Hello everyone, and welcome to Panel by Panel, a periodic exploration of comic panels around The Duck.
This week I want to explore one element of art I have been thinking about lately as I color comics for some other creators. Before that, however, I needed to find a comic. This week, we'll be looking at one of the many one-panel comics of Mister V's Them There Hills. You can find several of Mister V's other comics under his user profile, where he goes by arborcides.
This time, we're looking at comic 293 in the Them There Hills archive.
Them There Hills is a fun comic that reminds me a great deal of Gary Larson's The Far Side. The comics are usually one-panel strips that drop a joke in juxtaposing the image and the caption below. But that is not why I brought up the comic this week.
I want to talk about contrast. Specifically, I want to talk about value contrast which is fairly important to how readable a black and white comic can be. Allow me to quote the site I just linked regarding value contrast: "Value Contrast: Refers to the contrast between light and dark colors. Every color has an underlying level of lightness. A saturated yellow is lighter than a saturated blue. So when you place a yellow next to blue, there is a contrast in hue and value."
For comics that use black and white or shades of grey, this contrast becomes very important because, without the interplay of various values, those images can lack depth, and the focus can be lost. Another way to think about it is that lighter colors feel closer visually than darker ones. Essentially an object can pop out or fade backward based on its value and the associated values surrounding it.
Now, as a whole, I think strip #296 of Them There Hills does an excellent job with the value contrast present in the strip. Beyond stark black and white, there are three major values for objects in the comic, with some mid-values used for shading. This allows the objects to remain separate and not blend into an amorphous blob when it comes to greys. Particularly, the color for the dog, the focus of the comic, pops quite well from a background with distinct objects but is also not as important as the dog. It is pretty tough to make shades of grey look appealing, but the usage of value contrast makes it possible. I think the values between the couch and the cushion can be a bit muddy here, but then again, the couch and cushions are also sorts of a single object to the dog and his tail here. I'd of probably lightened the cushions just a little more.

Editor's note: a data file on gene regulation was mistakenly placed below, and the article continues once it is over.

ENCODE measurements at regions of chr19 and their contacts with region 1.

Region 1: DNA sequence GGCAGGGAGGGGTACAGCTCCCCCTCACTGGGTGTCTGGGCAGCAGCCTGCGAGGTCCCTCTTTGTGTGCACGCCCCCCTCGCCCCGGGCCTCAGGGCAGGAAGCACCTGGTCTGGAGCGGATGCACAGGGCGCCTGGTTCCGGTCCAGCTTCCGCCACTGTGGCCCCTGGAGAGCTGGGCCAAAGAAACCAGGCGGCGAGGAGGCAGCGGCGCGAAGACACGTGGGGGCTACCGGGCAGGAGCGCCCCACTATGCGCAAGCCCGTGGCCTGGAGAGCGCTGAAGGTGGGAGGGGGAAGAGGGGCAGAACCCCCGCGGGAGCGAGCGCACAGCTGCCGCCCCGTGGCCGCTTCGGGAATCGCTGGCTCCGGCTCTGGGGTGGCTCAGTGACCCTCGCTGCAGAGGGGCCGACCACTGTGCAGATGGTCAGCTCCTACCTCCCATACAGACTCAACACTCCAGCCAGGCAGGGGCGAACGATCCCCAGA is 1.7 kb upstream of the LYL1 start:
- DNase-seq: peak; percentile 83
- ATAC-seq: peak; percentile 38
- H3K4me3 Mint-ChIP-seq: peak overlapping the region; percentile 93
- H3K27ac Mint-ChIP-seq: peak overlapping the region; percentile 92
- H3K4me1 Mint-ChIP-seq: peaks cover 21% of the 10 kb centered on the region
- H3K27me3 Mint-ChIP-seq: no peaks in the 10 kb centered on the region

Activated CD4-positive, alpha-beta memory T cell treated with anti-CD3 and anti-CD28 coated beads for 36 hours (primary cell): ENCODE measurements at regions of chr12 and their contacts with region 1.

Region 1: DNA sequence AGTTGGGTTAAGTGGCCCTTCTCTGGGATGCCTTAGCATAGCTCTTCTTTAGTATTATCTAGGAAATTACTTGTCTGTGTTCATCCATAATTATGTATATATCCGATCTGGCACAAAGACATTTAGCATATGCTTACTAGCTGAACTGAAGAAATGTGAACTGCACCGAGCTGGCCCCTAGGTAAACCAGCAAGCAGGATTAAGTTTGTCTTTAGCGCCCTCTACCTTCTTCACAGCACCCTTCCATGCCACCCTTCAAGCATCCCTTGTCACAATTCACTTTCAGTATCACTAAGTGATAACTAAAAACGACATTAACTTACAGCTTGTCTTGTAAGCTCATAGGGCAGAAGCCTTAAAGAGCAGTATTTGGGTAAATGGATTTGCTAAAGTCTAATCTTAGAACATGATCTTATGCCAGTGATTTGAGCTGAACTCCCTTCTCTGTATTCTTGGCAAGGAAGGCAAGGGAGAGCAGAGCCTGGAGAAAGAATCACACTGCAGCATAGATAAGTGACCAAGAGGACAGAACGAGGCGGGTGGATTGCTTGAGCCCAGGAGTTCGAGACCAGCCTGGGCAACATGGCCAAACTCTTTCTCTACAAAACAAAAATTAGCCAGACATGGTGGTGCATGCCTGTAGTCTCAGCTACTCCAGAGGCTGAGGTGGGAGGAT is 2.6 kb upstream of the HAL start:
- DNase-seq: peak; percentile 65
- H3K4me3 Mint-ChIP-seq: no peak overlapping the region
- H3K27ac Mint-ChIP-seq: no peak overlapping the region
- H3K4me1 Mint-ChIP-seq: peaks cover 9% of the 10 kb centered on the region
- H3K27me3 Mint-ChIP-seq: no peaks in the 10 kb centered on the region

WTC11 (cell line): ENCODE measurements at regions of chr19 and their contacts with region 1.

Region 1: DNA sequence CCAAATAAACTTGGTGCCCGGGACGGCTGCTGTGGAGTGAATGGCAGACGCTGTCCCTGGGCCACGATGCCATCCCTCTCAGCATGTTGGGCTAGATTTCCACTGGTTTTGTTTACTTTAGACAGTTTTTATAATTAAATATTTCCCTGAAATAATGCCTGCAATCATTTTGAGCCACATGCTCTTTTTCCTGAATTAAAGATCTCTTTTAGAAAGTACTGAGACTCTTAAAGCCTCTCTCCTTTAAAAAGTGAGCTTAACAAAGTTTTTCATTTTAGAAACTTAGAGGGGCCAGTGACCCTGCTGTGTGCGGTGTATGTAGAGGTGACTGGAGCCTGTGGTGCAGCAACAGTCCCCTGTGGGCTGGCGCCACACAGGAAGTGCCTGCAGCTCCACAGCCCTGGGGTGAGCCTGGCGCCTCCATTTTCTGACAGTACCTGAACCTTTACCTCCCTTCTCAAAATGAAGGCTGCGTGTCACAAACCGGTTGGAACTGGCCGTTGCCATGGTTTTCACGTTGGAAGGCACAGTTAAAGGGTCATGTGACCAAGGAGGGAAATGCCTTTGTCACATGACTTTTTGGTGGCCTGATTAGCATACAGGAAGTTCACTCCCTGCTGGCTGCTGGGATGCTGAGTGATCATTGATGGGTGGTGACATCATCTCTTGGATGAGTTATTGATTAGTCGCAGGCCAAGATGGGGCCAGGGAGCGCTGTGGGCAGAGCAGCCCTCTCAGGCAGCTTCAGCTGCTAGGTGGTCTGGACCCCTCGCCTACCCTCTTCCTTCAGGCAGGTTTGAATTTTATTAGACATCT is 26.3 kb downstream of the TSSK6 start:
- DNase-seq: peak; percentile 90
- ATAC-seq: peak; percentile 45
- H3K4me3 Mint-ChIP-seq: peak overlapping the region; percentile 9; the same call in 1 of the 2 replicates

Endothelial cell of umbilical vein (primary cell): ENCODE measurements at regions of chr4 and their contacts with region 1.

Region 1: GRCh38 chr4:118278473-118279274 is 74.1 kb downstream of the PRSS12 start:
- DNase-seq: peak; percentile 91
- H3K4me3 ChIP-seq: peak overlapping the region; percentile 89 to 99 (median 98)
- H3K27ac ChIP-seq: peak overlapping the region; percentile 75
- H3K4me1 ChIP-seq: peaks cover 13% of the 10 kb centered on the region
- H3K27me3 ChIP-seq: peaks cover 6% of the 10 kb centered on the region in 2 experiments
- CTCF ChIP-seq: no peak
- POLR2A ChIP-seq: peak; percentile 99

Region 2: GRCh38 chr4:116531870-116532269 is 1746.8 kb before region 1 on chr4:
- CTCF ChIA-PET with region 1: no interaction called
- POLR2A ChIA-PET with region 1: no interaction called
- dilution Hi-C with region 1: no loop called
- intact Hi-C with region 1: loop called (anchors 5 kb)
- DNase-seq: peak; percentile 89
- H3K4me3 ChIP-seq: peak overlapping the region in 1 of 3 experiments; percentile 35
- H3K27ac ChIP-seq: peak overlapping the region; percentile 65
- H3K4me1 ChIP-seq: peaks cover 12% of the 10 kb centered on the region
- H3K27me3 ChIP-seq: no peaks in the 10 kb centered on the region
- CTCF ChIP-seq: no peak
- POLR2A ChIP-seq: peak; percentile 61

Value contrast is part of why black and white movies, while lacking hue, often look so damn good; value contrast is something the cinematographer shoots for to emphasize characters or places in the frame where the eye is drawn.
Take two examples here from classic films Casablanca and Dracula. Look at how value contrast lets us know where our eyes should focus and what is important in the frame.
Notice how the lighting on Humphrey Bogart's face creates a lighter value than the surrounding scene and even lights him up differently than the other gentleman. I wonder who is the focus of the framing here?
Good ol' Bela Lugosi's eyes are the focus here; the high contrast of the whites gives him a supernatural appearance. The rest of him is still distinctive from the background, but the eyes are definitely the focus.
This week, I don't want to dwell on this topic for too long. I think I want to revisit it in the next post, however, in the context of color comics. Before we go, let me ask you this: if you have a comic that is in full color, have you ever seen how it looks in black and white? If not, try it. That's part of the topic next time.
Anyway, that's it for me this week. Why not take some time to check out Mister V's Them There Hills and drop him a like and some comments?
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hpkomic at 8:43AM, Sept. 23, 2022
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